“Bitch” is an insult word, yet I doubt there is any living, adult, English-speaking woman who hasn’t applied it (at least in her mind) to another woman, in cases where no other descriptive term will do.
In my experience, it’s used to portray a female character who is cunning, underhanded and spiteful, rather than a strong woman who pursues her aims in daylight. It is true that, when a woman is attacked for pursuing aims opposed by her accuser, she’ll also be faulted for not being good at being a woman. But I don’t think “bitch” is typically used for that purpose.
There are other insult terms that are gender-specific. “Prick” or “dick” is not a compliment and neither would be applied to a woman. But what does “bitch” suggest?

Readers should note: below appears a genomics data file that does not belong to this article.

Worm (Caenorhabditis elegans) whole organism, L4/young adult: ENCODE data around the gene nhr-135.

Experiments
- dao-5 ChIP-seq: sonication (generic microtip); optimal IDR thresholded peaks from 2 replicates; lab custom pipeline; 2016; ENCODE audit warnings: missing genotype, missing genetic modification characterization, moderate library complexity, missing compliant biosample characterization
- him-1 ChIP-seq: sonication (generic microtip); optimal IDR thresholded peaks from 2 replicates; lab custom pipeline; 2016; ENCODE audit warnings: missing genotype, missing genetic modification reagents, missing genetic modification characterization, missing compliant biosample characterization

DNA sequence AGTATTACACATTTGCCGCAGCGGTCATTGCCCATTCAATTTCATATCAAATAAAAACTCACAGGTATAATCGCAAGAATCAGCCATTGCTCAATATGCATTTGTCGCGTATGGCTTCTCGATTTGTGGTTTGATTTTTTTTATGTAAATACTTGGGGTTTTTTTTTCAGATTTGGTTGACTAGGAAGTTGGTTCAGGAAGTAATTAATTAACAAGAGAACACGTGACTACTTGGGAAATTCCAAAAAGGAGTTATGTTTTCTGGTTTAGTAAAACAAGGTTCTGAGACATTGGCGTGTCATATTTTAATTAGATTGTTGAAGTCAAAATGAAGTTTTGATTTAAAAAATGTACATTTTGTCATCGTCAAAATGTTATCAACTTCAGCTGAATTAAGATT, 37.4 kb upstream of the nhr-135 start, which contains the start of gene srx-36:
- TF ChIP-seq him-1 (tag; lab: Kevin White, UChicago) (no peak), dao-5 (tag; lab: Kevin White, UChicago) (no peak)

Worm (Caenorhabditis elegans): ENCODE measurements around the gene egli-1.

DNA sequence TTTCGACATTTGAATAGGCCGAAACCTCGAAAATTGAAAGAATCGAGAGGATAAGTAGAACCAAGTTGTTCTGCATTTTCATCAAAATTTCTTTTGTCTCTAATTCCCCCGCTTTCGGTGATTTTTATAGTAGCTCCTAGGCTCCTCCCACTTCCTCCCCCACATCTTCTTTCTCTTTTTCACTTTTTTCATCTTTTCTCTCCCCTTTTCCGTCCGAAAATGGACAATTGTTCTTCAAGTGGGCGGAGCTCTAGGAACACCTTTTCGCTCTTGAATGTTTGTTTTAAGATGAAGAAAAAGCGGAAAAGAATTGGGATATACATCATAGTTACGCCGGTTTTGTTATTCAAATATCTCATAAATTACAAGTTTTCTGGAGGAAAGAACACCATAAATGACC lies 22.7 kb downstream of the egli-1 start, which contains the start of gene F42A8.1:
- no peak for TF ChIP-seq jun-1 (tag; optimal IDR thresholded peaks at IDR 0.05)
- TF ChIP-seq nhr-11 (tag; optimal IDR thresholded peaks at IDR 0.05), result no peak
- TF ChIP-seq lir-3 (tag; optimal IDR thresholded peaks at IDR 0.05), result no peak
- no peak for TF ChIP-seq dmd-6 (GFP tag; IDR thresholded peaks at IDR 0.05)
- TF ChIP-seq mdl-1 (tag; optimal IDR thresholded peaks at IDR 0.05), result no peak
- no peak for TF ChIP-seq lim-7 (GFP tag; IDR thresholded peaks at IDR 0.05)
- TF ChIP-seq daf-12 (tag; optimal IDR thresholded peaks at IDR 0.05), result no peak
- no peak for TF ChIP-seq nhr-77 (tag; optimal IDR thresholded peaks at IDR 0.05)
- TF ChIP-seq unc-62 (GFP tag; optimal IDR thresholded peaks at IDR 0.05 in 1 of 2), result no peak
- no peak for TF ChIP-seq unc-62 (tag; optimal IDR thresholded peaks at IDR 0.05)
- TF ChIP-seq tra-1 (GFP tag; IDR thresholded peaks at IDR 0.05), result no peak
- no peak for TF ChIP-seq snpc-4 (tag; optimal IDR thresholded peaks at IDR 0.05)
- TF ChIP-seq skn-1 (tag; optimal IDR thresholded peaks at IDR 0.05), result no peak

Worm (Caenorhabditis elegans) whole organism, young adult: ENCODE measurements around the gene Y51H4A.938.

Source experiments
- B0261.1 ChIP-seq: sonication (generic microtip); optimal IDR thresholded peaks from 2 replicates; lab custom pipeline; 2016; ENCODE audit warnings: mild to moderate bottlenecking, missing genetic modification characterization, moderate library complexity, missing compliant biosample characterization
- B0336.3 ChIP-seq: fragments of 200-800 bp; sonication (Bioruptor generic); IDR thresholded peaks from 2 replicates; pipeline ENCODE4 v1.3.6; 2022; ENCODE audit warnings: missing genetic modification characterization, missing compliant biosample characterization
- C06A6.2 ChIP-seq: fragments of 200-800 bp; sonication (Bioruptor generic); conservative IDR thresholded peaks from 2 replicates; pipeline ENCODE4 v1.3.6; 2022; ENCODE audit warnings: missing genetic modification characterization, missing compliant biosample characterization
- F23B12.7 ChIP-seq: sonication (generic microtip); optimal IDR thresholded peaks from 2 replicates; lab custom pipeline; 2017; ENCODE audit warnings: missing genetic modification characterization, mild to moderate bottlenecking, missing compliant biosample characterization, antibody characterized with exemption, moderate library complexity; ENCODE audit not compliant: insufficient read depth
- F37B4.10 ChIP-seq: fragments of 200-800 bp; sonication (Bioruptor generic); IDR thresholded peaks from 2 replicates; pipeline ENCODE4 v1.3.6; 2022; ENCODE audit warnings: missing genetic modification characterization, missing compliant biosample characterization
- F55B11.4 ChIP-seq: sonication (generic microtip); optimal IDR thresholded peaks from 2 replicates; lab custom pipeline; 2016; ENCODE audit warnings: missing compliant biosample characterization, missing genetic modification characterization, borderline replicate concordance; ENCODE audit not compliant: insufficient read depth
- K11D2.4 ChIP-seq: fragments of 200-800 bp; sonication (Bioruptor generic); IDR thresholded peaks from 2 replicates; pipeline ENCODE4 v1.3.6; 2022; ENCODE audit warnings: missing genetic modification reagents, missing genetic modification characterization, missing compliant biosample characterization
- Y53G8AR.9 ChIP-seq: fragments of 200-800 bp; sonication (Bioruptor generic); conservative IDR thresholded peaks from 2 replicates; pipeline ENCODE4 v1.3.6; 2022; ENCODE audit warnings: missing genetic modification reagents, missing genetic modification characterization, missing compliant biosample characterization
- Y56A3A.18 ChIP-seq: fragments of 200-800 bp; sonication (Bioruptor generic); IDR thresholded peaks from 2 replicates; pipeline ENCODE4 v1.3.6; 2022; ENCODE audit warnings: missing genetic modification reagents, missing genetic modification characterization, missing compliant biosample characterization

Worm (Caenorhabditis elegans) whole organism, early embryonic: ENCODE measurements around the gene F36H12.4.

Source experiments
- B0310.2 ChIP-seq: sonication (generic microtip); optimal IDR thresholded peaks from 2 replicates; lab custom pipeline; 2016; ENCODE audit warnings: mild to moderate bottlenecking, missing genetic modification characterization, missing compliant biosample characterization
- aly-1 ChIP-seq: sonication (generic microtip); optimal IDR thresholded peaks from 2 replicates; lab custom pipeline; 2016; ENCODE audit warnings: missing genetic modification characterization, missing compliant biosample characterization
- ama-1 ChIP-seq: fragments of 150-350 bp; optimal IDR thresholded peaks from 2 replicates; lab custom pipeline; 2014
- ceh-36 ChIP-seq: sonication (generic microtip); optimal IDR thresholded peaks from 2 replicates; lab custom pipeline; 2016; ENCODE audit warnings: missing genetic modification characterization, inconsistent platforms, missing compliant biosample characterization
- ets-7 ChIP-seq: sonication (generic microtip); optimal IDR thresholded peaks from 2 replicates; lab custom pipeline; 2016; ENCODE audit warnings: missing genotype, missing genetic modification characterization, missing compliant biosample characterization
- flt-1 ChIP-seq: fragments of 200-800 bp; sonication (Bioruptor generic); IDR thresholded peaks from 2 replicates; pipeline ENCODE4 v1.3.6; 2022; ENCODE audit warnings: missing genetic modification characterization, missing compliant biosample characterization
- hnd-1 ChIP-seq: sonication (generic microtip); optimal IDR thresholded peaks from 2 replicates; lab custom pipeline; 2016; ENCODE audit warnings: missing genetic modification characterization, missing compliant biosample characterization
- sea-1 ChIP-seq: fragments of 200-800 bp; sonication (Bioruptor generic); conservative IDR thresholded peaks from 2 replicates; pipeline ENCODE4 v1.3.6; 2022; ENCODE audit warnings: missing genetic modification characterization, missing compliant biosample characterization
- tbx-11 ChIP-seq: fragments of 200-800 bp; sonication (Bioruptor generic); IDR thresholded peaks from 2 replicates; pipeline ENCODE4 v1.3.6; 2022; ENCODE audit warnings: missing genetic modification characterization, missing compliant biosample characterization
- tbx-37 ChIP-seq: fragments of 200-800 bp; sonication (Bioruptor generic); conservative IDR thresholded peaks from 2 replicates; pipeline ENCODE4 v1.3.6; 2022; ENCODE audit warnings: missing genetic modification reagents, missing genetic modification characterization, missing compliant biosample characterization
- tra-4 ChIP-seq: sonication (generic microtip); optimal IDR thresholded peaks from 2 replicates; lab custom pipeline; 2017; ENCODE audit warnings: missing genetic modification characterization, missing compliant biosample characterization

In my memory, I wander back to Kipling’s fabulous tale of the boy raised by wolves. In the poem with which The Jungle Book concludes, the “only son” asks his mother:
“Now was I born of womankind and laid in a mother’s breast?
For I have dreamed of a shaggy hide whereon I went to rest.”
At the final stanza, the human mother …
loosed the bar, she slid the bolt, she opened the door anon,
And a grey bitch-wolf came out of the dark and fawned on the Only Son.
What I like is that the “shaggy hide” of the “grey-bitch wolf” — the animality in us all – is a piece of what we come home to.